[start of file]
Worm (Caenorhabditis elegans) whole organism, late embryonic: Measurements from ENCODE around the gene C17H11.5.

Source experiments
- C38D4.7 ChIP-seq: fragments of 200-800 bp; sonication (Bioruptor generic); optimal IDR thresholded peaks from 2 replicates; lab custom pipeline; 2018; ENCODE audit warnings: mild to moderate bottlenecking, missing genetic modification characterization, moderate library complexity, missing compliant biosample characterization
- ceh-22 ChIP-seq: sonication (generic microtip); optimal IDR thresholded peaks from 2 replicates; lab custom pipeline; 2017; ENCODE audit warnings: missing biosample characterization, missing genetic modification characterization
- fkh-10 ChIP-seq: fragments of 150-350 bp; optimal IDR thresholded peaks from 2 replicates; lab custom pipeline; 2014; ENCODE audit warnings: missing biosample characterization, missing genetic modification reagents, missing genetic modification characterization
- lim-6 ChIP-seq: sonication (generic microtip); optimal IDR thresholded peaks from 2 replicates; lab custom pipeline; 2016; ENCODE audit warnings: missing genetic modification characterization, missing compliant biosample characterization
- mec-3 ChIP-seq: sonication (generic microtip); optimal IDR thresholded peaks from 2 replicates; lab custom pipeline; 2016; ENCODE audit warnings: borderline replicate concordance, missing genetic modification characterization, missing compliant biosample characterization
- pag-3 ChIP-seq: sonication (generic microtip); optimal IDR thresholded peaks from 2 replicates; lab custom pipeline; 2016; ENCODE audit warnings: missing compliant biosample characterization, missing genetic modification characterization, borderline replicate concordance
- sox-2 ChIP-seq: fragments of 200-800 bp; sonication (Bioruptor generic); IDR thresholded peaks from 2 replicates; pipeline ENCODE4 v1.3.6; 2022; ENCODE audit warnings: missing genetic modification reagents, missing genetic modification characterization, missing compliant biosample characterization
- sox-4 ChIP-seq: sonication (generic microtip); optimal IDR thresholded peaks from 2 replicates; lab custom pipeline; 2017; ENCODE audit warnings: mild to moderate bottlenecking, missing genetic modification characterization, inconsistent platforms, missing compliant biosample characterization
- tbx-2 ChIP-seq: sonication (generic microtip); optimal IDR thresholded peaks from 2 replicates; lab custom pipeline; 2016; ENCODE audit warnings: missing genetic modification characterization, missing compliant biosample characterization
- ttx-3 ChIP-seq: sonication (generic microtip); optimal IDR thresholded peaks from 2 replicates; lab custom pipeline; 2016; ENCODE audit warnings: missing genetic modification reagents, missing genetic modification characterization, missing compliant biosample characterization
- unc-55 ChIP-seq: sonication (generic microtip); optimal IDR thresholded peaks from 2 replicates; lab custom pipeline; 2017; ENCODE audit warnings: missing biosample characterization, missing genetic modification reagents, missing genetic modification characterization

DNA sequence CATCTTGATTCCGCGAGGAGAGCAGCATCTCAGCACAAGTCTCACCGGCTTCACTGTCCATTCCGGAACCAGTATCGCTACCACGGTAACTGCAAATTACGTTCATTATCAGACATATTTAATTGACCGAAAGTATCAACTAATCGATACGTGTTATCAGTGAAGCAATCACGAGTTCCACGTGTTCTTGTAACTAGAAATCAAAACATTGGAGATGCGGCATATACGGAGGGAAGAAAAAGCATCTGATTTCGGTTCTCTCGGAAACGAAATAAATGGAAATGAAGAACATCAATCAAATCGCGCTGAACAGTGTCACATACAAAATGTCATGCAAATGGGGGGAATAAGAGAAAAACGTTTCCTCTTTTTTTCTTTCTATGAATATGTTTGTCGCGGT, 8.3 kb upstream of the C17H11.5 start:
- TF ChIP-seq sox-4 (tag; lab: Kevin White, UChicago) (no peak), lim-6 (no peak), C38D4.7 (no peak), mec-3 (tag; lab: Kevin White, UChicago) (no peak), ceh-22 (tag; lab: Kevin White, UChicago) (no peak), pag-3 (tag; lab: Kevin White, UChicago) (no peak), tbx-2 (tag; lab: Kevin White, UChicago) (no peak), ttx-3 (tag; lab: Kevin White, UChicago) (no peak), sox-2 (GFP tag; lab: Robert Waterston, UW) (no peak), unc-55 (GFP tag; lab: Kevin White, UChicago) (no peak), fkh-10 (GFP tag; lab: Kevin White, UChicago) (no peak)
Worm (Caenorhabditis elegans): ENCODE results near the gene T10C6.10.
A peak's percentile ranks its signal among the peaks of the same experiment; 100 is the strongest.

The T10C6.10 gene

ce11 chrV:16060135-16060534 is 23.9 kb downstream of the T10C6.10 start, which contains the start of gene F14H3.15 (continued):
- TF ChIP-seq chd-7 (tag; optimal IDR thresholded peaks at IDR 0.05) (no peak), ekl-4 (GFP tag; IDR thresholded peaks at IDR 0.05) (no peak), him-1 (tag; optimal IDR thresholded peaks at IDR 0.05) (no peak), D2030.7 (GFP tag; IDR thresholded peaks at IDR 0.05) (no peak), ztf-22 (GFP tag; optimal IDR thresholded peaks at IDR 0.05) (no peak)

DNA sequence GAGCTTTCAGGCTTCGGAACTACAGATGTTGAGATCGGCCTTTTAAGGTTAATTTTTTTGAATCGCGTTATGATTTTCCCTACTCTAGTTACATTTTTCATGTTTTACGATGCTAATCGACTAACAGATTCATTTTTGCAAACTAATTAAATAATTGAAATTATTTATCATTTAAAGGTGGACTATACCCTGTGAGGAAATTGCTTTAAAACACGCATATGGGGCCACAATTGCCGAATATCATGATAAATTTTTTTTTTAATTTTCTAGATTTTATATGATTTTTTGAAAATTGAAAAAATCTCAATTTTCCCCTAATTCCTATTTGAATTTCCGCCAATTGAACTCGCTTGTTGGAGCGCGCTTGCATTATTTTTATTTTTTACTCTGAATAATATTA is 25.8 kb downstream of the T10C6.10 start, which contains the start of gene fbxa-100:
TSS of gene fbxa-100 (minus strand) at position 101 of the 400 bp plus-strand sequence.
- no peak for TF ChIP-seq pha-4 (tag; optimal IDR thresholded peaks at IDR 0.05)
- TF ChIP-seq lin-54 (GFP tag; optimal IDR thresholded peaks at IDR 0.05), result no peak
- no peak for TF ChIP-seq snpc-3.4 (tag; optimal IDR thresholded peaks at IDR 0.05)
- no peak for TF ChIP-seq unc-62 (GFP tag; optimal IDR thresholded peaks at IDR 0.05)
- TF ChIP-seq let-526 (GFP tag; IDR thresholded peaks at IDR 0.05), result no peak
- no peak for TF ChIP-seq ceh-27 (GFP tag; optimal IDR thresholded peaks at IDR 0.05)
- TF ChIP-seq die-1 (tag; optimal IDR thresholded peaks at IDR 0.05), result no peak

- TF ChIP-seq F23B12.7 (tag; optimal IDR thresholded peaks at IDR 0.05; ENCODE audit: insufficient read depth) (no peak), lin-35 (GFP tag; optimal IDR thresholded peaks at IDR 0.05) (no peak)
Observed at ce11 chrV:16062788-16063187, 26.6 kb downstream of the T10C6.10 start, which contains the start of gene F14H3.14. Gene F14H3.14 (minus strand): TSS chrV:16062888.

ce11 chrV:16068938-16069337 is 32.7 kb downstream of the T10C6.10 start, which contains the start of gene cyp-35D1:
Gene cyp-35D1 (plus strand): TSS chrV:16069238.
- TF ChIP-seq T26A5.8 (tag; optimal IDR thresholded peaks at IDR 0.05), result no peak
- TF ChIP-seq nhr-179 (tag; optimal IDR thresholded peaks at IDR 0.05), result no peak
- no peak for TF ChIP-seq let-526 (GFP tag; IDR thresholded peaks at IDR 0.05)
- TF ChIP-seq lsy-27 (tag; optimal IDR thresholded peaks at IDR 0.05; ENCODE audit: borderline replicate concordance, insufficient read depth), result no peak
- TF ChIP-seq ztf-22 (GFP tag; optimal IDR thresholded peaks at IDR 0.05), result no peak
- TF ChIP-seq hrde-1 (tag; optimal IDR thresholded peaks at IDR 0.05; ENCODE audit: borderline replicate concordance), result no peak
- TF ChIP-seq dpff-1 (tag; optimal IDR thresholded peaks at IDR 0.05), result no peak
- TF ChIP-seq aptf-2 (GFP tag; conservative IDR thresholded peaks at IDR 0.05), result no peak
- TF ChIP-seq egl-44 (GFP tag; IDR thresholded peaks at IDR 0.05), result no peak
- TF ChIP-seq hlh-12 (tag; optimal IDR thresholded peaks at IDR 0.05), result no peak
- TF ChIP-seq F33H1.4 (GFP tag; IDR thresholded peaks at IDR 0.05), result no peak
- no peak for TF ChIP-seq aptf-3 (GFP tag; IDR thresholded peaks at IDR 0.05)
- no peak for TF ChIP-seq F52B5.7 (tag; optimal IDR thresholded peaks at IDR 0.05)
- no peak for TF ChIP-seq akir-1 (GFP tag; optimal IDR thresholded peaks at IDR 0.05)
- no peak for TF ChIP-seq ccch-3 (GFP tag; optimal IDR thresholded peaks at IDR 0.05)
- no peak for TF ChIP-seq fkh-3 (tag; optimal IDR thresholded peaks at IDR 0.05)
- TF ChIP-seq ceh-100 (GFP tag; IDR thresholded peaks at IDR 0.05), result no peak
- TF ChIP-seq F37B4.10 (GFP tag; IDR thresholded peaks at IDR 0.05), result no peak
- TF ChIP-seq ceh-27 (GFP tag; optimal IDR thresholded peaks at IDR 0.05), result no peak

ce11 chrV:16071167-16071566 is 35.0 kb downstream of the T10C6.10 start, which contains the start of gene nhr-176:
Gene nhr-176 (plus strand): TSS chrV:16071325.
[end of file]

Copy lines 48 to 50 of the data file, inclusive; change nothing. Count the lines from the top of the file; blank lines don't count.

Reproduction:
- no peak for TF ChIP-seq ccch-3 (GFP tag; optimal IDR thresholded peaks at IDR 0.05)
- no peak for TF ChIP-seq fkh-3 (tag; optimal IDR thresholded peaks at IDR 0.05)
- TF ChIP-seq ceh-100 (GFP tag; IDR thresholded peaks at IDR 0.05), result no peak